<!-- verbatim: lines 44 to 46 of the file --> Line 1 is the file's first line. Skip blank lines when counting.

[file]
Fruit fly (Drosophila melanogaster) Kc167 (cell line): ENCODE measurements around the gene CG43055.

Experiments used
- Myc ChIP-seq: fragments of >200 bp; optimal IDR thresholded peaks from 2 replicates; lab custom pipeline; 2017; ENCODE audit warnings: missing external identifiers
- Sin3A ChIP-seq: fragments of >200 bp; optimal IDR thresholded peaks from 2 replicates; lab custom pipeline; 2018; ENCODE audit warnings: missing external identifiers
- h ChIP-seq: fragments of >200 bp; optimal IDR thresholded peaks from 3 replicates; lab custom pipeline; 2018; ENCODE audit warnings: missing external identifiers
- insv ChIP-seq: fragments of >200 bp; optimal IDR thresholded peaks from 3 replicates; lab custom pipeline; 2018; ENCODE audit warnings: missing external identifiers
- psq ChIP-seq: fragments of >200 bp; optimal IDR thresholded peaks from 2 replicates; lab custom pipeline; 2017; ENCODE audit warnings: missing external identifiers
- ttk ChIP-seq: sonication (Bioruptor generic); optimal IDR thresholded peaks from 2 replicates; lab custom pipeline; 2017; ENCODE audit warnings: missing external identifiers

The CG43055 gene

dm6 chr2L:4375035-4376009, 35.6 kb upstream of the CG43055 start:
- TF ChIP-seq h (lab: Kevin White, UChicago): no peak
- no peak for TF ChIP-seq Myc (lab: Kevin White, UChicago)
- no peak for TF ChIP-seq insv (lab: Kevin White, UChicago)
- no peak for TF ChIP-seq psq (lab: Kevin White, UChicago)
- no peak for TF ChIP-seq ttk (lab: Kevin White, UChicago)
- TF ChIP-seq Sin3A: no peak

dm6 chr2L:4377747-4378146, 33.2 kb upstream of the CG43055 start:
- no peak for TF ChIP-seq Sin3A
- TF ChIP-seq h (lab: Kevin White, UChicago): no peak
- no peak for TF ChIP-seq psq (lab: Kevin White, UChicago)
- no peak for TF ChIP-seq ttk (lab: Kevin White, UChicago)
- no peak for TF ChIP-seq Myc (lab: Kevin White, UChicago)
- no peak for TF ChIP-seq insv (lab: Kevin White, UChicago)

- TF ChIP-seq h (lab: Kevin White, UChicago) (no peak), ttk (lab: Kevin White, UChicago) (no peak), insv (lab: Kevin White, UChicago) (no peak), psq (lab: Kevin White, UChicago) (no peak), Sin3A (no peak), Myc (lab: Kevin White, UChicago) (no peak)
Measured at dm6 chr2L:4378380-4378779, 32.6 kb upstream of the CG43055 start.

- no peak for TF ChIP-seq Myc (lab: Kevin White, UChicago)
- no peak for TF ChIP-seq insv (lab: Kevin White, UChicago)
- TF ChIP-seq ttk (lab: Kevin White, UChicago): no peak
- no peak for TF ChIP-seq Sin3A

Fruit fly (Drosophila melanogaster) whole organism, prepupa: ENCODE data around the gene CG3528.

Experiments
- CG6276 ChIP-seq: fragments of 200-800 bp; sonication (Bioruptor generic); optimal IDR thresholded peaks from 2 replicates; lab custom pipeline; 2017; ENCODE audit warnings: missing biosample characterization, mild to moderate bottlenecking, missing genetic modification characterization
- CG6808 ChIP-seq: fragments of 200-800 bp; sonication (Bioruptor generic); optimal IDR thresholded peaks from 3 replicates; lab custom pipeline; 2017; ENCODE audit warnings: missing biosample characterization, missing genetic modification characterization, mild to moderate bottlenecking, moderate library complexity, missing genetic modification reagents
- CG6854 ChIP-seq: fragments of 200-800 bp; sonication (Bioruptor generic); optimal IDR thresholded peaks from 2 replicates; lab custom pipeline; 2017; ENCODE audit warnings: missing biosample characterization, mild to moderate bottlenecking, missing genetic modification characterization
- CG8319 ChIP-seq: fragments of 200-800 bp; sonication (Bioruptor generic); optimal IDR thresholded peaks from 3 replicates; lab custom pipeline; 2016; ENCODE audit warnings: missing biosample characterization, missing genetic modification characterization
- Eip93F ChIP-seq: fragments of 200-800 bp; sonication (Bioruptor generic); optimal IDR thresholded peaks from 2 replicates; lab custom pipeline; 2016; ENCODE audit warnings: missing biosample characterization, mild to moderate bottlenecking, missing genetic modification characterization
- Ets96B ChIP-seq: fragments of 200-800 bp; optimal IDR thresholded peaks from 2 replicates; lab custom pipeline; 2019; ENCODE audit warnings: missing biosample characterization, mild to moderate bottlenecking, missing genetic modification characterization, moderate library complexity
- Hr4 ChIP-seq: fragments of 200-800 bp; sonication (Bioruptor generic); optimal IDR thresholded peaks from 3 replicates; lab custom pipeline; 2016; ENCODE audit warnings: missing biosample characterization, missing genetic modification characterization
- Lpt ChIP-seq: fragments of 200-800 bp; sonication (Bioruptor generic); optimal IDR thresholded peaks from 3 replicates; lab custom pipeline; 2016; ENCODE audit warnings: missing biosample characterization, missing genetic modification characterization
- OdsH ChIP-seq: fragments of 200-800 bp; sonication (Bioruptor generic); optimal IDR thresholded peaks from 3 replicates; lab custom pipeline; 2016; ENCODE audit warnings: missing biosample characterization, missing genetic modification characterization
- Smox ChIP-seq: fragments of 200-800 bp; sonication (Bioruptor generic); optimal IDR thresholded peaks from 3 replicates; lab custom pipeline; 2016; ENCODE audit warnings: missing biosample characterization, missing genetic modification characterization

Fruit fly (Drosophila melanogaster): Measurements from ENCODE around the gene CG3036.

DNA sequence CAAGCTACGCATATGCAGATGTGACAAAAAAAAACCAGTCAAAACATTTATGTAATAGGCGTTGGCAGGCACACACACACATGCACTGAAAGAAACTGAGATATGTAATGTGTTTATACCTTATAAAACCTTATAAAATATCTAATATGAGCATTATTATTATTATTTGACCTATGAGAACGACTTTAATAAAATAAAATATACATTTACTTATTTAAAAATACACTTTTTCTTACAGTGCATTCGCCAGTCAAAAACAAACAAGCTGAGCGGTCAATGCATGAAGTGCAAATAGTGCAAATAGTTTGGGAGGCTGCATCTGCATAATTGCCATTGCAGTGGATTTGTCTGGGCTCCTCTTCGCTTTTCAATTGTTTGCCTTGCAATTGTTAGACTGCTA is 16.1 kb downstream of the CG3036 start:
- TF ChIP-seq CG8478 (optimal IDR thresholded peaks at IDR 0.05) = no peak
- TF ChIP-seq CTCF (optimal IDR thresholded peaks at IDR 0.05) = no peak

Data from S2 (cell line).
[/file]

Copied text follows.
- TF ChIP-seq CG8478 (optimal IDR thresholded peaks at IDR 0.05) = no peak
- TF ChIP-seq CTCF (optimal IDR thresholded peaks at IDR 0.05) = no peak

Data from S2 (cell line).